Domoic acid and saxitoxin in seabirds in the United States between 2007 and 2018
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Domoic acid and saxitoxin in seabirds in the United States between 2007 and 2018

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  • Journal Title:
    Harmful Algae
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    As harmful algal blooms (HABs) increase in magnitude and duration worldwide, they are becoming an expanding threat to marine wildlife. Over the past decade, blooms of algae that produce the neurotoxins domoic acid (DA) and saxitoxin (STX) and documented concurrent seabird mortality events have increased bicoastally in the United States. We conducted a retrospective analysis of HAB related mortality events in California, Washington, and Rhode Island between 2007 and 2018 involving 12 species of seabirds, to document the levels, ranges, and patterns of DA and STX in eight sample types (kidney, liver, stomach, intestinal, cloacal, cecal contents, bile, blood) collected from birds during these events. Samples (n = 182) from 83 birds were examined for DA (n = 135) or STX (n = 17) or both toxins simultaneously (n = 30), using ELISA or LCMS at the National Oceanographic and Atmospheric Administration, National Marine Fisheries Service (NOAA-NMFS) Wildlife Algal-toxin Research and Response Network (WARRN-West) or the University of California, Santa Cruz (UCSC). DA or STX was detected in seven of the sample types with STX below the minimum detection limit in blood for the three samples tested. DA was found in 70% and STX was found in 23% of all tested samples. The ranges of detectable levels of DA and STX in all samples were 0.65–681,190.00 ng g−1 and 2.00–20.95 ng g−1, respectively. Cloacal contents from a Pacific loon (Gavia pacifica) collected in 2017 from Ventura County, California, had the highest maximum level of DA for all samples and species tested in this study. The highest level of STX for all samples and species was detected in the bile of a northern fulmar (Fulmarus glacialis) collected in 2018 from San Luis Obispo County, California. DA detections were consistently found in gastrointestinal samples, liver, bile, and kidney, whereas STX detections were most frequently seen in liver and bile samples. Co-occurring HAB toxins (DA and STX) were detected in white-winged scoters (Melanitta deglandi) in 2009, a Brandt's cormorant (Phalacrocorax penicillatus) in 2015, and a northern fulmar and common murre (Uria aalge) in 2018. This article provides DA and STX tissue concentrations and patterns in avian samples and shows the utility of various sample types for the detection of HAB toxins. Future research to understand the pharmacodynamics of these toxins in avian species and to establish lethal doses in various bird species would be beneficial.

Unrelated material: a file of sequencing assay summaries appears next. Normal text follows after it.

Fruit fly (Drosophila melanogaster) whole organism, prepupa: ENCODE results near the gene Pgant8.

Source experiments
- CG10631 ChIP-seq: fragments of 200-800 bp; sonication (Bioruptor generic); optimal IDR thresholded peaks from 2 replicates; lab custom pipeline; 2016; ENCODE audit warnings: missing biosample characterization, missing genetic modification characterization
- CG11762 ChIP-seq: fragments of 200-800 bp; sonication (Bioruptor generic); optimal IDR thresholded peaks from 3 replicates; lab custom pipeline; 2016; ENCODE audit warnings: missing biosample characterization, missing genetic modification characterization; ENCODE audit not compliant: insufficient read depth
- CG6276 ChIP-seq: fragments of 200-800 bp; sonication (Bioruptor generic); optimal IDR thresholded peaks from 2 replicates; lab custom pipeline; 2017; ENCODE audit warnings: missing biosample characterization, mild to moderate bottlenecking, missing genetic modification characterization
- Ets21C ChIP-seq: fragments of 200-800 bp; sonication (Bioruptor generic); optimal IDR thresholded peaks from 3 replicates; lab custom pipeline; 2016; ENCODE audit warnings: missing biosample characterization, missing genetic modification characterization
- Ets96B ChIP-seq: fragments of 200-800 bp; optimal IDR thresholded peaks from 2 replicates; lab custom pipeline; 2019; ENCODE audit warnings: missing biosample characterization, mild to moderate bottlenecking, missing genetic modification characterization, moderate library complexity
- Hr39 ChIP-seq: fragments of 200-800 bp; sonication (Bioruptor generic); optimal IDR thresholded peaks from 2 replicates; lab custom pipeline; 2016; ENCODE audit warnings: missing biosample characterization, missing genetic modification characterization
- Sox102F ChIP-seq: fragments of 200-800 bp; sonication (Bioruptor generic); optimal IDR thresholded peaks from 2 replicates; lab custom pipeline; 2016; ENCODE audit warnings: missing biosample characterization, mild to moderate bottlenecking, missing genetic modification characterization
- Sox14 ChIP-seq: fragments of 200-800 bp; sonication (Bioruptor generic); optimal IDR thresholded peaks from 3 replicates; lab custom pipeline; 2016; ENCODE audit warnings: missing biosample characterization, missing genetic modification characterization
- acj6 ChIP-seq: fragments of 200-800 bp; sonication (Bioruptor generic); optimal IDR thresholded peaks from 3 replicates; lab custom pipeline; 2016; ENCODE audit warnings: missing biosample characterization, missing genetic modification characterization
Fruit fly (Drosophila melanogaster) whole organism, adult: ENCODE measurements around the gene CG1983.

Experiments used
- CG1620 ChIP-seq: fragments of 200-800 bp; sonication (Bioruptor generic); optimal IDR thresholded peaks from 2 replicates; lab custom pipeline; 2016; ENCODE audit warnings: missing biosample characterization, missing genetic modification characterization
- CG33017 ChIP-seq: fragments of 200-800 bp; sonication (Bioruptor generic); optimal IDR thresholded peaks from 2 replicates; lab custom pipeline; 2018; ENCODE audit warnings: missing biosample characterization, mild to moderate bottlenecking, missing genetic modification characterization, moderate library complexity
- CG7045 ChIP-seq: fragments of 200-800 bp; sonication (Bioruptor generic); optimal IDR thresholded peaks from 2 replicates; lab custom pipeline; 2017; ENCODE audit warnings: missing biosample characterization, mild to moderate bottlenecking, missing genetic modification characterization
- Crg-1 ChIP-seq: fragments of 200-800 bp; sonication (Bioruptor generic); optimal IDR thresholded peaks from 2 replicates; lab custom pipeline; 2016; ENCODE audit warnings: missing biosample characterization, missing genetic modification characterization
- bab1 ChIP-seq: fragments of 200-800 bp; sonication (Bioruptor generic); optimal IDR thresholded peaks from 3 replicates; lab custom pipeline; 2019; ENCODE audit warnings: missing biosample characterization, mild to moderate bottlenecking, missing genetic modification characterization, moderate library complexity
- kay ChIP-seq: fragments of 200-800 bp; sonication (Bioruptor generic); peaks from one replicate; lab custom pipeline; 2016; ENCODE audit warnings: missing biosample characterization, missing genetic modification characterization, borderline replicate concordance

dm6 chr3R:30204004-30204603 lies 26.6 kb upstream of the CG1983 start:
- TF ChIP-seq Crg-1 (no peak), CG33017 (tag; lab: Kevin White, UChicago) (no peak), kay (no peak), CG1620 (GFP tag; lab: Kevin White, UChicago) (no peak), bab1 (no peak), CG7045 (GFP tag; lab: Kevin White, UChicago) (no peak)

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    Harmful Algae, 103, 101981
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